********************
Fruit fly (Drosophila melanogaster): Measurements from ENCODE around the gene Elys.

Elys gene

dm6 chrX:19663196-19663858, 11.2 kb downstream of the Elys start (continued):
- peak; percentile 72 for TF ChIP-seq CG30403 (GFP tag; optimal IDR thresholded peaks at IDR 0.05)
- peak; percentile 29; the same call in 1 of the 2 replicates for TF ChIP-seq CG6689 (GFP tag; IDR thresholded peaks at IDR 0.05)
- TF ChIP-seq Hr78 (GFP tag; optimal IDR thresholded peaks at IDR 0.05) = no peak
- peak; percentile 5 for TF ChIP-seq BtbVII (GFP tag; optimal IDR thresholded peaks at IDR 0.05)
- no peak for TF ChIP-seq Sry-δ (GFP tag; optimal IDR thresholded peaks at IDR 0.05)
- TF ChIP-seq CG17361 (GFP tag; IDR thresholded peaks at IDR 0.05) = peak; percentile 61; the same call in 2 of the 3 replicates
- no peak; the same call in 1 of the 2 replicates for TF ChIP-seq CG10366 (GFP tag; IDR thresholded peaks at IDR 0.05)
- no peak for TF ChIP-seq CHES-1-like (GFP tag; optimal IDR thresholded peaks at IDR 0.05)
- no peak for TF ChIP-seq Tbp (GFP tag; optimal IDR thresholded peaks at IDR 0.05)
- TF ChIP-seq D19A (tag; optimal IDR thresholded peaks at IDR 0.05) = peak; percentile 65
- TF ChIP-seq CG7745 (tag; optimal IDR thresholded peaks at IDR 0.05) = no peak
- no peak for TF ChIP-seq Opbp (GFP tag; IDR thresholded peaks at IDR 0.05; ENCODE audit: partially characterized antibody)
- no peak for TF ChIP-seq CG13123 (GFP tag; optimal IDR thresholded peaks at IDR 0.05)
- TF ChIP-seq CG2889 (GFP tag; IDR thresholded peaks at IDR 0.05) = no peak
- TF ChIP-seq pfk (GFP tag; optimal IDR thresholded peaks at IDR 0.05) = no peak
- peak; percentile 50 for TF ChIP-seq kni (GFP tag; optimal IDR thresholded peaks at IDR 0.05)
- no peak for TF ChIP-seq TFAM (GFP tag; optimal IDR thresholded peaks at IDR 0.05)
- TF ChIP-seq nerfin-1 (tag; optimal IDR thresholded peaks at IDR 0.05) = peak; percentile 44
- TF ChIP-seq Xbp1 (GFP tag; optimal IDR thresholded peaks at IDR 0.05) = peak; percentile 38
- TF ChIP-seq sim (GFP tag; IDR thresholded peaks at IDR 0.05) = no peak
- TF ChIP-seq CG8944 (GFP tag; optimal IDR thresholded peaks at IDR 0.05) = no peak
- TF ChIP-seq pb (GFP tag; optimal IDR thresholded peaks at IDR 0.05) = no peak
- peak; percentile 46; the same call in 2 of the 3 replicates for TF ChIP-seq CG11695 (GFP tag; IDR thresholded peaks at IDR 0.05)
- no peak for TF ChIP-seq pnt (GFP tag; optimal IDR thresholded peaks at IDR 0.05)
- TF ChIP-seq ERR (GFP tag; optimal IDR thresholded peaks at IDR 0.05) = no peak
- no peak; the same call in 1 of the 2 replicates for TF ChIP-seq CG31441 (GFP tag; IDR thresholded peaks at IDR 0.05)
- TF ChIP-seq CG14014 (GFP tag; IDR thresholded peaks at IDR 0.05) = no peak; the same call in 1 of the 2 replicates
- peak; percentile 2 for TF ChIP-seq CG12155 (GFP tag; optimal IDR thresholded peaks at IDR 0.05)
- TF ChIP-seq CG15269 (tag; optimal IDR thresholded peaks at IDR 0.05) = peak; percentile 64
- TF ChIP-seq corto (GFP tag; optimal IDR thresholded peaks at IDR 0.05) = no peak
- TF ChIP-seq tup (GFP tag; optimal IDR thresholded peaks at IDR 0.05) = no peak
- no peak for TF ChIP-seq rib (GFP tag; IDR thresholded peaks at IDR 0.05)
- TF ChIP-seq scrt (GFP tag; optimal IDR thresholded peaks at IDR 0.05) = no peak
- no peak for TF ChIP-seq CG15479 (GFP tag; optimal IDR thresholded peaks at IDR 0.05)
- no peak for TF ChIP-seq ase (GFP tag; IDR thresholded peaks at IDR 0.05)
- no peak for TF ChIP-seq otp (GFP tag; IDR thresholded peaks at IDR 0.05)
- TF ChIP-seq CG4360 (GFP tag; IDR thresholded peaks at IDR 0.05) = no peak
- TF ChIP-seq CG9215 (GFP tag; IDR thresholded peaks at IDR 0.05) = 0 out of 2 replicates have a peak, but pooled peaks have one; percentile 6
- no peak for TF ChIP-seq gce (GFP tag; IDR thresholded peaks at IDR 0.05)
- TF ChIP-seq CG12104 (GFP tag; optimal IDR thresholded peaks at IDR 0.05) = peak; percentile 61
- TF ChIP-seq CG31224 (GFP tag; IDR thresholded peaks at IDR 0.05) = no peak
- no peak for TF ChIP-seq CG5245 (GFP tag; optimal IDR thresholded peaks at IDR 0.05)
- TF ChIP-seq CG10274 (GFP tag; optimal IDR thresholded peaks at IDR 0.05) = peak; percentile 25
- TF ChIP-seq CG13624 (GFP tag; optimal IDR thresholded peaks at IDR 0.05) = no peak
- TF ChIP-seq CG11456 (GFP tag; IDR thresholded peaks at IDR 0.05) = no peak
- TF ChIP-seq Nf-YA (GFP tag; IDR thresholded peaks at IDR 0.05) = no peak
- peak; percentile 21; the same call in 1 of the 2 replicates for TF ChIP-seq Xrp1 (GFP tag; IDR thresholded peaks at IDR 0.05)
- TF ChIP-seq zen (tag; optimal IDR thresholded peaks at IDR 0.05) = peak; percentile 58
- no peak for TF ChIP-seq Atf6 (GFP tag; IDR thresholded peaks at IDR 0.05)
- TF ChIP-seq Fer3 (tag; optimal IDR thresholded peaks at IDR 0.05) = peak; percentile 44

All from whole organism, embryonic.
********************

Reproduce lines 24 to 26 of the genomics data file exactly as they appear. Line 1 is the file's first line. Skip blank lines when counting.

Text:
- TF ChIP-seq CG8944 (GFP tag; optimal IDR thresholded peaks at IDR 0.05) = no peak
- TF ChIP-seq pb (GFP tag; optimal IDR thresholded peaks at IDR 0.05) = no peak
- peak; percentile 46; the same call in 2 of the 3 replicates for TF ChIP-seq CG11695 (GFP tag; IDR thresholded peaks at IDR 0.05)